AFTER decades of obsessing about fat, calories and carbs, many dieters have made the unorthodox decision to simply enjoy food again. That doesn’t mean they’re giving up on health or even weight loss. Instead, consumers and nutritionists say they are seeing a shift toward “positive eating” — shunning deprivation diets and instead focusing on adding seasonal vegetables, nuts, berries and other healthful foods to their plates.
A little further down:
The market research firm NPD Group gets a glimpse of national eating habits through the food diaries it has collected from 5,000 consumers since 1980. The percentage of those consumers who are on a diet is lower than at any time since information on dieting was first collected in 1985. At the peak in 1990, 39 percent of the women and 29 percent of the men were dieting. Today, that number has dropped to 26 percent of women and 16 percent of men.And then there's this:
The diarists also report eating more organic foods and whole grains, said Harry Balzer, an NPD vice president.
“Instead of trying to avoid things, they’ve started adding things,” Mr. Balzer said.
Even the Calorie Control Council, which represents makers of commercial diet foods, notes the percentage of people who are dieting has declined — to 29 percent in 2007 from 33 percent in 2004.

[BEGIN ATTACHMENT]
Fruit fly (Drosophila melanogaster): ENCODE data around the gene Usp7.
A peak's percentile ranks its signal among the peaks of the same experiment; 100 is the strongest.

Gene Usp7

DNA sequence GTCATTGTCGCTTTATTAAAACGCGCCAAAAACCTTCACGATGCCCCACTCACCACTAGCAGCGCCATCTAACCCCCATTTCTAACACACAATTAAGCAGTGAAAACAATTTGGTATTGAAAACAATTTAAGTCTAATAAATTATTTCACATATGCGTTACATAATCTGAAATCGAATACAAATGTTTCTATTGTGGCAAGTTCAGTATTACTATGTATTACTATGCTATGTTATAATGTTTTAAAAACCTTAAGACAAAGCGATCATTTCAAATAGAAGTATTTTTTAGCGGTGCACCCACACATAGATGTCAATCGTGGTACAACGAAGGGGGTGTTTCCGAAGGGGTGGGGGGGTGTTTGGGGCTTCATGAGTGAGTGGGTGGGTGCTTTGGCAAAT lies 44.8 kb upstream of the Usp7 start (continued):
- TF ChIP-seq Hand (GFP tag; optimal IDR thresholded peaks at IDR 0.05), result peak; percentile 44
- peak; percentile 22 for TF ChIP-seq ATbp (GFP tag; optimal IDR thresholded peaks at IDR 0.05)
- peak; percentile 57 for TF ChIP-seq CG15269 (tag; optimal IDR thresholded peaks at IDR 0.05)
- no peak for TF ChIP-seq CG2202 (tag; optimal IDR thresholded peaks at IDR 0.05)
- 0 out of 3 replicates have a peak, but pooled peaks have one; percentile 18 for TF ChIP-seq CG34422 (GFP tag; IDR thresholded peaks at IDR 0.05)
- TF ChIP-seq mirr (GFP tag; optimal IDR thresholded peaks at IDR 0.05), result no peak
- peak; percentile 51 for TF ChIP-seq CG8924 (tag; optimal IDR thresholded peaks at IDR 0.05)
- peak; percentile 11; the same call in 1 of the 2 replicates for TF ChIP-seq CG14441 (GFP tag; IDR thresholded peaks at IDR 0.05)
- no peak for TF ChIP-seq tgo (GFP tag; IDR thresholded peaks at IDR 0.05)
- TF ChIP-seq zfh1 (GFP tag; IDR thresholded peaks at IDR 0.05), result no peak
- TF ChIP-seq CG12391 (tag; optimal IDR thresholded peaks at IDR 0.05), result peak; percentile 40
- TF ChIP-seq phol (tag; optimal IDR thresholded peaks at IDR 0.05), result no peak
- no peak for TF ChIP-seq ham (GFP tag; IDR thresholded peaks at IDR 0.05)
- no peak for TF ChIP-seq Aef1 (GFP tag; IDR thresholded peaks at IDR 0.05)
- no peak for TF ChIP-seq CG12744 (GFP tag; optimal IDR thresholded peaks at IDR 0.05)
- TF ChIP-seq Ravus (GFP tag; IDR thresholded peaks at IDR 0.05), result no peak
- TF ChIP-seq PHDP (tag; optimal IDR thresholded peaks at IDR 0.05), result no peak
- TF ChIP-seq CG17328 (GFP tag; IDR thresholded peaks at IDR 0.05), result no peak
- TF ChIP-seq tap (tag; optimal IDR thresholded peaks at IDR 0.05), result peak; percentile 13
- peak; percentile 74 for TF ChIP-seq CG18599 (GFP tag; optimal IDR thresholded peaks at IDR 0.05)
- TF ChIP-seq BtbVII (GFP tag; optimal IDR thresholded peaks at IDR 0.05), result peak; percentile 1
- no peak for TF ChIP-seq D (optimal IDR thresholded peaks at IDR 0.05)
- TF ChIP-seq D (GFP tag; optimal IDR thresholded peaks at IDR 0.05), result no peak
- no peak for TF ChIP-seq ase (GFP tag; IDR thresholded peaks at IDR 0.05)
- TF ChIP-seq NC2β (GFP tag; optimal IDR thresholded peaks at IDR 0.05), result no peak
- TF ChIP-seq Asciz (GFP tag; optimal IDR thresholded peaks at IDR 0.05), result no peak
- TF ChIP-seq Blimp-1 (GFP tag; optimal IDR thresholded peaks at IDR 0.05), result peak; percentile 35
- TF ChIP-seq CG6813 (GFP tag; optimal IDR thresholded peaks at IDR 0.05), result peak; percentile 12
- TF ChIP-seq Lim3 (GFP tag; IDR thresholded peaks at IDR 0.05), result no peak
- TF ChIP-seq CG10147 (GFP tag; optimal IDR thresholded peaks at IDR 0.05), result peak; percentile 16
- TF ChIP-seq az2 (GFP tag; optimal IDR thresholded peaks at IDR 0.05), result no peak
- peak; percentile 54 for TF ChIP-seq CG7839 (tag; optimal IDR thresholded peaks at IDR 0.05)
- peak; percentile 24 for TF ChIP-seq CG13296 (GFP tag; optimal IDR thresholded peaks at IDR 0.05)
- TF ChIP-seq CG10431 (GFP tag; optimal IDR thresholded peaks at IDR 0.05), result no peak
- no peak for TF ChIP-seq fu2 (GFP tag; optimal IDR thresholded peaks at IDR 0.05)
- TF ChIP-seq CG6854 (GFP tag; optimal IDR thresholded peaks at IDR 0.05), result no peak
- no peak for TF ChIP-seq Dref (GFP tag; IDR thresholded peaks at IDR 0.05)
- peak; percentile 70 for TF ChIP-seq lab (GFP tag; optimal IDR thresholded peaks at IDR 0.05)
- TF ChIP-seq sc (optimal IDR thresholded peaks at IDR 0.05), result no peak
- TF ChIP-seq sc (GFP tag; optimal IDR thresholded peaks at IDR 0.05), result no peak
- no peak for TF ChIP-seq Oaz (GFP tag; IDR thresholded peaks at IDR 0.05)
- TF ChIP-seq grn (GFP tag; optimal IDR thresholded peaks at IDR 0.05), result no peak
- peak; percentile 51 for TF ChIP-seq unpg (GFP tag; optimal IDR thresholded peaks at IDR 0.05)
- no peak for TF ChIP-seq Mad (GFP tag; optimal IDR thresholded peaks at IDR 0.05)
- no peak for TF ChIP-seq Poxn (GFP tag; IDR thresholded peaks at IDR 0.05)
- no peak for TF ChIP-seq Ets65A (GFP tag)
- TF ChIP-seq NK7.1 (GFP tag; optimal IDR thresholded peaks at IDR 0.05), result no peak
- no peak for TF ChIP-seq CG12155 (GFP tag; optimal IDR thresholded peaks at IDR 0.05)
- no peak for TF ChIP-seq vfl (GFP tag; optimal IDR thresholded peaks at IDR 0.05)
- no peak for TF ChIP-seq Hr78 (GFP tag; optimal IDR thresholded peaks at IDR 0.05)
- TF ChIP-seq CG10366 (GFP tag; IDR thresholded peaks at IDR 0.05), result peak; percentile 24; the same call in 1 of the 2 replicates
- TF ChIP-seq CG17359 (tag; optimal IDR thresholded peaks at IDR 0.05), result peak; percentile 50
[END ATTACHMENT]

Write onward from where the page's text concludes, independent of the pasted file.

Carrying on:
And there are other indicators of a shift in eating habits. In May, the market research firm Information Resources reported that 53 percent of consumers say they are cooking from scratch more than they did just six months ago, in part, no doubt, because of the rising cost of prepared foods.
[T]he more time people spend on tasks like food shopping, cooking and kitchen cleanup, the more likely they are to be of average weight. The Economic Research Service of the United States Department of Agriculture found that people of normal weight spend more time on meal-related tasks than people who are overweight or underweight.Since I can't remember how long the Times makes articles available before sending them behind a fire wall, I want to also note that the article references these books (none of which I've read, by the way, but all of which I've heard good things about):
Good Calories, Bad Calories (by Gary Taubes)
In Defense of Food (by Michael Pollan)
What to Eat (by Marion Nestle)